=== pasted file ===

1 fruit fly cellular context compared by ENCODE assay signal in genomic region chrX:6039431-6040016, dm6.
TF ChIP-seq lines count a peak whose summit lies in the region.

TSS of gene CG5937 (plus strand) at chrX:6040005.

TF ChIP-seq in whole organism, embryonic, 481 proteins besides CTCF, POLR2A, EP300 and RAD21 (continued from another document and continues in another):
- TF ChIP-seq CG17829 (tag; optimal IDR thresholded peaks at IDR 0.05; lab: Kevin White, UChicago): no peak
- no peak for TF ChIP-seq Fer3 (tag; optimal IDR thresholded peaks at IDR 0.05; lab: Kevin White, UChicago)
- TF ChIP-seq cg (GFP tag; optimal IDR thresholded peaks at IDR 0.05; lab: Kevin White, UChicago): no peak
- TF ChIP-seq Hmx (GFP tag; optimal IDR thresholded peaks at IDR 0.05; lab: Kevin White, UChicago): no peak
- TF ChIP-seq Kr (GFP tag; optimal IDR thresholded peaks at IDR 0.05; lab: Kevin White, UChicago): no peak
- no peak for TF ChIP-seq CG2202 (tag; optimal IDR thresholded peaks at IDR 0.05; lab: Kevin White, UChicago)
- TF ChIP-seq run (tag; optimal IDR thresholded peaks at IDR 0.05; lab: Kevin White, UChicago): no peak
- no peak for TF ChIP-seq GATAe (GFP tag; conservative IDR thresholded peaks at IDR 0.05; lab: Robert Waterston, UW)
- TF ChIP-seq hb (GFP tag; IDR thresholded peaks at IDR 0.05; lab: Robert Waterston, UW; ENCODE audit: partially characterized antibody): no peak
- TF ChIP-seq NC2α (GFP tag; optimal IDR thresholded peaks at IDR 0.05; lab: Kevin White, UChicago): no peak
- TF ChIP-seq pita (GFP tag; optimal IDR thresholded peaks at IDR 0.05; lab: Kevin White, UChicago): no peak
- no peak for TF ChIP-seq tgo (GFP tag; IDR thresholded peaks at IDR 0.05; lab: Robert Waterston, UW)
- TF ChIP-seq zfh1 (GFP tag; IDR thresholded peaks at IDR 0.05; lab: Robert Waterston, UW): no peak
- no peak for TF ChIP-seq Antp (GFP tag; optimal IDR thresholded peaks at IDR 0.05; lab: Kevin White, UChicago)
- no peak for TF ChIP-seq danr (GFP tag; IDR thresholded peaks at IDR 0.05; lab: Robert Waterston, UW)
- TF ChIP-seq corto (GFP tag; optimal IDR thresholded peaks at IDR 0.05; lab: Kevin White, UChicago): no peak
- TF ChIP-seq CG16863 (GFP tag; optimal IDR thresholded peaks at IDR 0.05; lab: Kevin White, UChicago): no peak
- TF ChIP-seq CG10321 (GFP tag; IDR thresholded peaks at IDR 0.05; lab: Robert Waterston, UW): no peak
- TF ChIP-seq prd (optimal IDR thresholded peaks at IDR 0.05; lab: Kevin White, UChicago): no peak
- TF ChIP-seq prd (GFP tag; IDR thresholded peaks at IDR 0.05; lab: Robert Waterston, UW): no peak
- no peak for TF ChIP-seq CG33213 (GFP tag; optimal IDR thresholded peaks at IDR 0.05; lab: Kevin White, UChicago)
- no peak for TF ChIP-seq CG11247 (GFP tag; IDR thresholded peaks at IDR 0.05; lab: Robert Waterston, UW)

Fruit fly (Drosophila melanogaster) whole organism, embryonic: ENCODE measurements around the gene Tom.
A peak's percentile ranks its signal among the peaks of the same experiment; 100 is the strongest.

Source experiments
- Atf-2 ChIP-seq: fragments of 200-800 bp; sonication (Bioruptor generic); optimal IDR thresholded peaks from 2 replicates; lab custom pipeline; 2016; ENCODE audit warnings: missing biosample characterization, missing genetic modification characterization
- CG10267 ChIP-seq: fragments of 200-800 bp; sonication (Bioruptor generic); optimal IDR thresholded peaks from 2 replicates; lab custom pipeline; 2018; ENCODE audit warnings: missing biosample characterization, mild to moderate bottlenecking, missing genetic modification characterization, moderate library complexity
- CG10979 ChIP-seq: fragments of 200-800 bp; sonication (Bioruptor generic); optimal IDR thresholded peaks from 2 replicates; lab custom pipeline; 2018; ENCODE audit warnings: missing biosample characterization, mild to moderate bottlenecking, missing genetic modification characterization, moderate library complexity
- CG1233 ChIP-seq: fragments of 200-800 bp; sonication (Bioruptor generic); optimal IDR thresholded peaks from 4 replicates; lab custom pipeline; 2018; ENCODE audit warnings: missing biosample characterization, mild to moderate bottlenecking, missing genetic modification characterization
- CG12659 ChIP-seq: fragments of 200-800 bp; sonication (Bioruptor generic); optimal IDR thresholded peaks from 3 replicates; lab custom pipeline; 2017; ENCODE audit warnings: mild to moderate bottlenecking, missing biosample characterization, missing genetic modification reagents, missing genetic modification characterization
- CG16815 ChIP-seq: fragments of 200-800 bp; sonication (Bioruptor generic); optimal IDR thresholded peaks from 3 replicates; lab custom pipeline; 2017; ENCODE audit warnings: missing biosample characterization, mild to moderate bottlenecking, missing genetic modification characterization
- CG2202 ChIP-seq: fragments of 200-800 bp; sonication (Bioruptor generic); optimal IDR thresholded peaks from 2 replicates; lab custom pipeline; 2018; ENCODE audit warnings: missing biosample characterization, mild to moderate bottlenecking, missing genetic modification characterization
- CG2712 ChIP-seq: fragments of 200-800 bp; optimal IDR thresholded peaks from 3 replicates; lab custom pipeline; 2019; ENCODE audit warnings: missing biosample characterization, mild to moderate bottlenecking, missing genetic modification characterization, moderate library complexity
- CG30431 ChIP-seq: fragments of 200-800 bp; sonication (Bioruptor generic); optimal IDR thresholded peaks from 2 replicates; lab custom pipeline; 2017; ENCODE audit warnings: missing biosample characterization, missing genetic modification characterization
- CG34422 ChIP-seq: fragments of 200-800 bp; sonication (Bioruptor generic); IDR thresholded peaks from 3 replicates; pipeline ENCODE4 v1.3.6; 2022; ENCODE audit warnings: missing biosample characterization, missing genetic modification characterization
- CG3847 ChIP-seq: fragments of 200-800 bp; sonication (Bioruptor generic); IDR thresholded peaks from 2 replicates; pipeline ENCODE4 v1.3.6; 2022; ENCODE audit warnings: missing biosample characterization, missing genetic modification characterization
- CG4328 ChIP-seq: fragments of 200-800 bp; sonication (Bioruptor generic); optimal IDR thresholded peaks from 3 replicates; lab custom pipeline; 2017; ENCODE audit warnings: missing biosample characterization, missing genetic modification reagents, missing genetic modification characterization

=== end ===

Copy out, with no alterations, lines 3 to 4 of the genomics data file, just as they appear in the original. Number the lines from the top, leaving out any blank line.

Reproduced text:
TSS of gene CG5937 (plus strand) at chrX:6040005.

TF ChIP-seq in whole organism, embryonic, 481 proteins besides CTCF, POLR2A, EP300 and RAD21 (continued from another document and continues in another):